Human Rights Situation in Saudi Arabia 2017
Annual review 2017
Introduction and general overview:
The Saudi authorities are continuing their persistent violations of human rights, while gambling that time is on their side. They are pressing ahead with business as usual without making any move toward genuine reform. The same state of repression continues, with the silencing of criticism at home and abroad. Domestically, the authorities make sure to silence anyone who criticises their actions and exposes their abuses, by means of repression, imprisonment, threats, and harassment at work and in their daily lives. Outside the country, they seek to suppress criticism by means of major PR campaigns promoting the Saudi leadership as being in favour of reform and opening up the country. These efforts are partly successful, and become more widely accepted with each repetition. The world is now hearing a clear message that the Saudi Crown Prince is embarking on a programme of reforms, in terms that have been bandied about so often before, and being asked just to give the regime a chance. But this what the regime always does – it has no intention of seriously carrying out any genuine reform measures. On the contrary, it is behaving with increasing brutality. Crown Prince Mohamed Bin Salman has been responsible for unprecedented waves of arrests, as well as the Yemen war with all its catastrophic consequences.
In the introduction to its Annual Report last year ALQST wrote:
“In 2016, the Kingdom of Saudi Arabia saw a further ramping up of the repression that has been going on ever since King Salman came to power in January 2015. He took the throne making lavish promises that quickly proved empty and did nothing to improve conditions in Saudi Arabia. Indeed, from a human rights perspective the situation has continued to show a grim deterioration.”
Twelve months on, the same problems remain. There have been no genuine reforms, although there have been constant promises. The authorities have continued to act in the same way, with constant and indeed intensifying waves of repression, intimidation and human rights violations. In the course of 2017 a number of human rights activists were arrested, including two members of the Saudi Civil and Political Rights Association (ACPRA) – Abdulaziz al-Shubaily and Issa al-Hamid – as well as Essam Koshak, Ahmed al-Mushaikhas (who was released after 27 days in prison), Samar Badawi (who was released the same day after being interrogated, made to sign undertakings and placed under a travel ban), Loujain al-Hathloul (released after four days in prison), Mohamed al-Oteibi, reformist clerics like Dr Salman al-Awda, Abdullah al-Maliki, Essam al-Zamel, Mustafa al-Hassan (released in 2018) and more than 400 individuals who were rounded up in unlawful sweeps of activists, reformers, clerics, princes and businessmen.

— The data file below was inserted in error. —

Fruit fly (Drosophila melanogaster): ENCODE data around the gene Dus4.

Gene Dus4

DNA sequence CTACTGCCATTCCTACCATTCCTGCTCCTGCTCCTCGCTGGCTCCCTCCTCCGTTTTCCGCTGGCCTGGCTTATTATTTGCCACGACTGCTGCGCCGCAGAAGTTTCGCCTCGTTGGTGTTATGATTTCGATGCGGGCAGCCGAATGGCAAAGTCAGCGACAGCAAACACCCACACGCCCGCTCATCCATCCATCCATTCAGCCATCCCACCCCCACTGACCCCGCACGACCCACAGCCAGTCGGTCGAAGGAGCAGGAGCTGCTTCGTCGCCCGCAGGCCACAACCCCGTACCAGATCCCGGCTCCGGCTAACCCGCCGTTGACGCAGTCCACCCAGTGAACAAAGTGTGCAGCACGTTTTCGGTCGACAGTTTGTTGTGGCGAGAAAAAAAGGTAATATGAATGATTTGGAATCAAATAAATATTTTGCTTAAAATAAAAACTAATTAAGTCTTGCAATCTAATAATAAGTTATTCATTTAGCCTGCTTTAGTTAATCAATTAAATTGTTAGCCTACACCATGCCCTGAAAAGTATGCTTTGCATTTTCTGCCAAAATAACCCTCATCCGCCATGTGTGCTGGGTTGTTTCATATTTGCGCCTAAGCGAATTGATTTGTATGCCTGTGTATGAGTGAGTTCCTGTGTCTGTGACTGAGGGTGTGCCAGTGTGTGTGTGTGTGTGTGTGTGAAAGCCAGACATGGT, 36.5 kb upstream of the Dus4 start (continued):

The Specialised Criminal Court in Riyadh has also sentenced several human rights activists to jail: Mohamed al-Oteibi for 14 years, Abdullah al-Atawi for seven years, Essam Koshak for four years, Essa al-Nukhaifi for six years, Naima al-Matrood for six years, Abdulaziz al-Shubaily for eight years, Issa al-Hamid for 11 years, Fahad al-Fahad for five years and Mohamed al-Humaidi for two years, as well as imposing other punishments such as bans on travelling abroad or writing, and financial penalties.
During the year 146 people were executed in Saudi Arabia, of whom 40 per cent were executed not in accordance with the Sharia principles of qisas (requital) or hudud punishments but at the individual discretion of a judge, and for non-violent crimes. The authorities allowed neither free speech nor freedom of assembly or freedom to form associations. Freedom of expression is now more restricted than ever, and 2017 was particularly hard for the Saudi public. Even posting on the social media platform Twitter was harshly suppressed, and even the regime’s regular supporters were not exempt from restrictions on tweeting. The authorities tried to pervert the one space where ordinary members of the public can express themselves, namely social media, as well as coming down heavily on any peaceful civil associations. They did not allow civil associations promoting human rights, even after the introduction of a new NGO law (the Law on Associations and Foundations); in fact the Law sets conditions whereby government agencies are able to restrict civil activism. There have therefore been no applications to establish any independent associations to promote and advocate for human rights. The authorities have also continued to suppress any attempts to carry out such activities. 2017 saw the final sentences passed on ACPRA members, bringing their total combined sentences to nearly 200 years in prison terms and travel bans. The founders of the Union for Human Rights were also jailed, and the ban on the Adala Centre for Human Rights continued. The so-called “Jeddah Reformers” case remains open, and Dr Saud al-Hashemi, Dr Musa al-Qarni and Dr Abdulrahman al-Shumayri remain in prison.
The Saudi war on Yemen continued throughout 2017, with the documented use of internationally banned weapons. The Saudi authorities acknowledged the use of cluster bombs in Yemen, after a long period of denial on their part and on that of their allies and arms suppliers.